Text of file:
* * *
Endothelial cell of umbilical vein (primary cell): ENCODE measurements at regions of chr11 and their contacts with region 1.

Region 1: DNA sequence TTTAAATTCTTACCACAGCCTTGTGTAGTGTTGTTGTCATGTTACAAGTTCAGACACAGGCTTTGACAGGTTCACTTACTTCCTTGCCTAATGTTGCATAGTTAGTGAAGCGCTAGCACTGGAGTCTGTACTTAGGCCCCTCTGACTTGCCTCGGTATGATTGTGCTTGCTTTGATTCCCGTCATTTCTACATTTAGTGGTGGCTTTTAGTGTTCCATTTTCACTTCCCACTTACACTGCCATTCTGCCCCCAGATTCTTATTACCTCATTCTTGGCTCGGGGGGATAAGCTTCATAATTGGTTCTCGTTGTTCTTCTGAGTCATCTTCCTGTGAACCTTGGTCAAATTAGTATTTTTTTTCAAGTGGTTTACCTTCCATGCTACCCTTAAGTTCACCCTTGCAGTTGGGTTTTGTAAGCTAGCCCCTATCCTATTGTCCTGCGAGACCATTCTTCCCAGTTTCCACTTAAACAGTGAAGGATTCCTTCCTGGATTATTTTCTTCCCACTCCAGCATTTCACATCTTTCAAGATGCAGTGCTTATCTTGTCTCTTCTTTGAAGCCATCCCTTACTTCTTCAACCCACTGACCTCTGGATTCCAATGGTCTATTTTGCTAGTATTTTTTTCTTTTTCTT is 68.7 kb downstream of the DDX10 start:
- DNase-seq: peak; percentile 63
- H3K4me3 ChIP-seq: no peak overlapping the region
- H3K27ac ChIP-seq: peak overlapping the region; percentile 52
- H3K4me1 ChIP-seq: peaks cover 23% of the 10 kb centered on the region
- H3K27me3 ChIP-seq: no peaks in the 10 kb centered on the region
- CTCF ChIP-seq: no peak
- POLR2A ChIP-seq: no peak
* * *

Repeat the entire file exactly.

Endothelial cell of umbilical vein (primary cell): ENCODE measurements at regions of chr11 and their contacts with region 1.

Region 1: DNA sequence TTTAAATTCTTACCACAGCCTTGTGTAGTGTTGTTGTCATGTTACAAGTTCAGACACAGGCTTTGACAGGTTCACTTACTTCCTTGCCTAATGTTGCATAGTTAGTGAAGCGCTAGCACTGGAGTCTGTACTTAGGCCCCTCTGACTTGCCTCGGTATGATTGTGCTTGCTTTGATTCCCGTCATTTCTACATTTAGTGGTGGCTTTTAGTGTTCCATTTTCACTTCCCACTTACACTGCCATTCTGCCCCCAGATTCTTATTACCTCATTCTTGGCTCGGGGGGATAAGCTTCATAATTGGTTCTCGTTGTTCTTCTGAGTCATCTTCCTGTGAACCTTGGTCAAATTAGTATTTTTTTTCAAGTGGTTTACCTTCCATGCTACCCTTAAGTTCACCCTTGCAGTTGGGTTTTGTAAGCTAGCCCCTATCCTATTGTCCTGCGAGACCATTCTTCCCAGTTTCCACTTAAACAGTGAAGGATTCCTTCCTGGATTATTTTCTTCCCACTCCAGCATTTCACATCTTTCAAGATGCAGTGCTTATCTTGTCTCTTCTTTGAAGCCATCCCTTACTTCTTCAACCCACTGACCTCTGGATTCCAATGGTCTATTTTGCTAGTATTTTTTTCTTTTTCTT is 68.7 kb downstream of the DDX10 start:
- DNase-seq: peak; percentile 63
- H3K4me3 ChIP-seq: no peak overlapping the region
- H3K27ac ChIP-seq: peak overlapping the region; percentile 52
- H3K4me1 ChIP-seq: peaks cover 23% of the 10 kb centered on the region
- H3K27me3 ChIP-seq: no peaks in the 10 kb centered on the region
- CTCF ChIP-seq: no peak
- POLR2A ChIP-seq: no peak